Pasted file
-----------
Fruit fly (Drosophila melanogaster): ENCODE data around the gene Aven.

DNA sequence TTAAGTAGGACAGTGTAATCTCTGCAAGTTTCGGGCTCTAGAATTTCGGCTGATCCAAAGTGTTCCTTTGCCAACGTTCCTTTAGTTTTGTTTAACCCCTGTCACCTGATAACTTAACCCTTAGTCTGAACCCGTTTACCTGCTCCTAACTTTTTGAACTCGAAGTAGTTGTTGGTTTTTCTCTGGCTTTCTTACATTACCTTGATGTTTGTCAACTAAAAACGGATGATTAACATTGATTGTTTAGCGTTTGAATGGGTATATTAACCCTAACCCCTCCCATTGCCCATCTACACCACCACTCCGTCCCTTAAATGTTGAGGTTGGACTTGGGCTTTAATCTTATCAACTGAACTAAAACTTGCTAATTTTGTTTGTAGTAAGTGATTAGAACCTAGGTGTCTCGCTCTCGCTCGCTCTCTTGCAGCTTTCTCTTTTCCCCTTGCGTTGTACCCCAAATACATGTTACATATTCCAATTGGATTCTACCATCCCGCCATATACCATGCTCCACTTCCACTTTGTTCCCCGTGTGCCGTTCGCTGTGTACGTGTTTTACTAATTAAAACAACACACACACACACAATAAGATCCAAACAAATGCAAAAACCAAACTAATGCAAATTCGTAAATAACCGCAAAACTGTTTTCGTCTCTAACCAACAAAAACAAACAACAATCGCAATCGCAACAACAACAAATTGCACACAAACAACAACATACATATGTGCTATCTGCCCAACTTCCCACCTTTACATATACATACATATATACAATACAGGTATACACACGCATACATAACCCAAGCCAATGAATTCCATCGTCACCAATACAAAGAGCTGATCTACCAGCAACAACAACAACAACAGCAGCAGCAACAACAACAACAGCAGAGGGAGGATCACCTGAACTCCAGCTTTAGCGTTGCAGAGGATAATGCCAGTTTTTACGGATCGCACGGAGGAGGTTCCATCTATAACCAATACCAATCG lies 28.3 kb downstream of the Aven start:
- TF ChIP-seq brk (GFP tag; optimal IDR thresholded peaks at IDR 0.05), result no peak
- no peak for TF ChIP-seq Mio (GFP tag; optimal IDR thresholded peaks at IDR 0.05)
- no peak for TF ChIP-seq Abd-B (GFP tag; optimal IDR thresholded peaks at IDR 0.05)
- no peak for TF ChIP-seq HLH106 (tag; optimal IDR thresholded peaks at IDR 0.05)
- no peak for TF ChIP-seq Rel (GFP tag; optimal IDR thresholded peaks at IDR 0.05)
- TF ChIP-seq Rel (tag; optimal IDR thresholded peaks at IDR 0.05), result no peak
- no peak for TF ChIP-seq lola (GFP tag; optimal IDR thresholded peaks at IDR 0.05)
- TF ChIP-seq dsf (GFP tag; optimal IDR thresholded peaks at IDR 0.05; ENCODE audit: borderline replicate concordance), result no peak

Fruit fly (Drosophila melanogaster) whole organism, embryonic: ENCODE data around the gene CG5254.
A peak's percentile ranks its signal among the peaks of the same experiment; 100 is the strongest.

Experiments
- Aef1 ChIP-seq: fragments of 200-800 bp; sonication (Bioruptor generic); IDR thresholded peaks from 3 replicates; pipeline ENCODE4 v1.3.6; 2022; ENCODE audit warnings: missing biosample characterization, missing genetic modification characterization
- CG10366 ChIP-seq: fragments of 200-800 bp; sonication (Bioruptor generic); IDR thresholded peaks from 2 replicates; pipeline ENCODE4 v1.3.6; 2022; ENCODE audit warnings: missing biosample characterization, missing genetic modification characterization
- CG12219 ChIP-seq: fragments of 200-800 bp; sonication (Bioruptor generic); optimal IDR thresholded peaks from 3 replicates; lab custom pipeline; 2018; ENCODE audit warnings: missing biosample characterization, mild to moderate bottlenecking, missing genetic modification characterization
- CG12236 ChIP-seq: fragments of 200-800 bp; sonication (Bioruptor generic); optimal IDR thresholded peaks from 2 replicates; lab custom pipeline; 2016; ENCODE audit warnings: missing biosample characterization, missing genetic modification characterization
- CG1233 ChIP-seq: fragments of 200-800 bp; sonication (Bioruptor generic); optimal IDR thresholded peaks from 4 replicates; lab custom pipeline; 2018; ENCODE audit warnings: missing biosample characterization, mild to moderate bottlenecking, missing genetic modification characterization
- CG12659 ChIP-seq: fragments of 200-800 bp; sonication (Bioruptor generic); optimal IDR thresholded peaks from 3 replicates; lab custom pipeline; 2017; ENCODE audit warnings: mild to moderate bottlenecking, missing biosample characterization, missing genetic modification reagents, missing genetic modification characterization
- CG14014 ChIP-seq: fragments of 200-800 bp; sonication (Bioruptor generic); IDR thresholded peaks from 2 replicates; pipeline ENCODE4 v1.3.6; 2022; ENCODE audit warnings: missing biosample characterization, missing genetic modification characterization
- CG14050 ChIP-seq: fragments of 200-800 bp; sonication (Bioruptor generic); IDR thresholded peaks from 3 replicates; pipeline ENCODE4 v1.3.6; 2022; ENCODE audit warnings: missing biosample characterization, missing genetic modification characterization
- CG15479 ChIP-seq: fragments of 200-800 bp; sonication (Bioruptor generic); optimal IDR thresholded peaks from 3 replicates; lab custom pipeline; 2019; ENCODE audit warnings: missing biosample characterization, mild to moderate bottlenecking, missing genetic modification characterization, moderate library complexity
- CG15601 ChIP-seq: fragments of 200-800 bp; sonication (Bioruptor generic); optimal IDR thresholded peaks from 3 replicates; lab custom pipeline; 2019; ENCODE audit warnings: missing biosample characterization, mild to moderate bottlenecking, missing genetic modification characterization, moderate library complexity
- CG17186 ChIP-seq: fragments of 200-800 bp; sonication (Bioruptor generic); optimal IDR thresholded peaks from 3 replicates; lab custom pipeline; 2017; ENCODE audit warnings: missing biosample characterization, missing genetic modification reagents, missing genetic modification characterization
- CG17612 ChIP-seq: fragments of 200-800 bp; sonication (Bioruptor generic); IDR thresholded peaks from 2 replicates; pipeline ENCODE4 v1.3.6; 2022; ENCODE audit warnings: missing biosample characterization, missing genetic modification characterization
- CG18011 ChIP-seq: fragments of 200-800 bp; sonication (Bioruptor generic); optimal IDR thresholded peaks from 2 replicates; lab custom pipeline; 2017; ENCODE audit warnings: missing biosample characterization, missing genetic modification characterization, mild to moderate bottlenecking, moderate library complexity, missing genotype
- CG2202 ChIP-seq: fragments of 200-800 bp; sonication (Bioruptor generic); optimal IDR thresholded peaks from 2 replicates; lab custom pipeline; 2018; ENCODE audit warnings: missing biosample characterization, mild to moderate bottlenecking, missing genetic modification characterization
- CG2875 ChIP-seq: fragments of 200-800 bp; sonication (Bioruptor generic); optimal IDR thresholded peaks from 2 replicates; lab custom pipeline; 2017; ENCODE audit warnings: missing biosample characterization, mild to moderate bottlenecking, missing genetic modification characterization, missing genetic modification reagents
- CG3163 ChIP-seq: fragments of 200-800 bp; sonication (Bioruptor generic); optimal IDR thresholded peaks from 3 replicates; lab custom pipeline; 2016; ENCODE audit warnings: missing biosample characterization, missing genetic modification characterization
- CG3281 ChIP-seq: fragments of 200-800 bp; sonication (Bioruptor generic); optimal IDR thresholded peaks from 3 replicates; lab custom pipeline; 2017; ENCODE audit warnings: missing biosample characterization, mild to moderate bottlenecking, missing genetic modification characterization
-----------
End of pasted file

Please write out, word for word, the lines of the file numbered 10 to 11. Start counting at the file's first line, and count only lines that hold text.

- TF ChIP-seq dsf (GFP tag; optimal IDR thresholded peaks at IDR 0.05; ENCODE audit: borderline replicate concordance), result no peak

Fruit fly (Drosophila melanogaster) whole organism, embryonic: ENCODE data around the gene CG5254.